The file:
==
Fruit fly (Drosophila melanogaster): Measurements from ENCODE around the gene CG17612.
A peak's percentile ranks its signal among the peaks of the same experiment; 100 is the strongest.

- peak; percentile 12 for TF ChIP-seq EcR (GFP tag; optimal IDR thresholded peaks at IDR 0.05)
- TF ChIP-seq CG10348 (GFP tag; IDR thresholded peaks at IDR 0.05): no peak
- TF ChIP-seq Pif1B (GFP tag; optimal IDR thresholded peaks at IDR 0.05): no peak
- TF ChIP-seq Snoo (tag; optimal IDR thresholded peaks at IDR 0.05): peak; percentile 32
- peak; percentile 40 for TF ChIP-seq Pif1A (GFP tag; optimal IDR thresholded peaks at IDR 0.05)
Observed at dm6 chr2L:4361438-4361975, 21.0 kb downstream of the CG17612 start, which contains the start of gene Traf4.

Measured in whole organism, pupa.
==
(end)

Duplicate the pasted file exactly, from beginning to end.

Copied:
Fruit fly (Drosophila melanogaster): Measurements from ENCODE around the gene CG17612.
A peak's percentile ranks its signal among the peaks of the same experiment; 100 is the strongest.

- peak; percentile 12 for TF ChIP-seq EcR (GFP tag; optimal IDR thresholded peaks at IDR 0.05)
- TF ChIP-seq CG10348 (GFP tag; IDR thresholded peaks at IDR 0.05): no peak
- TF ChIP-seq Pif1B (GFP tag; optimal IDR thresholded peaks at IDR 0.05): no peak
- TF ChIP-seq Snoo (tag; optimal IDR thresholded peaks at IDR 0.05): peak; percentile 32
- peak; percentile 40 for TF ChIP-seq Pif1A (GFP tag; optimal IDR thresholded peaks at IDR 0.05)
Observed at dm6 chr2L:4361438-4361975, 21.0 kb downstream of the CG17612 start, which contains the start of gene Traf4.

Measured in whole organism, pupa.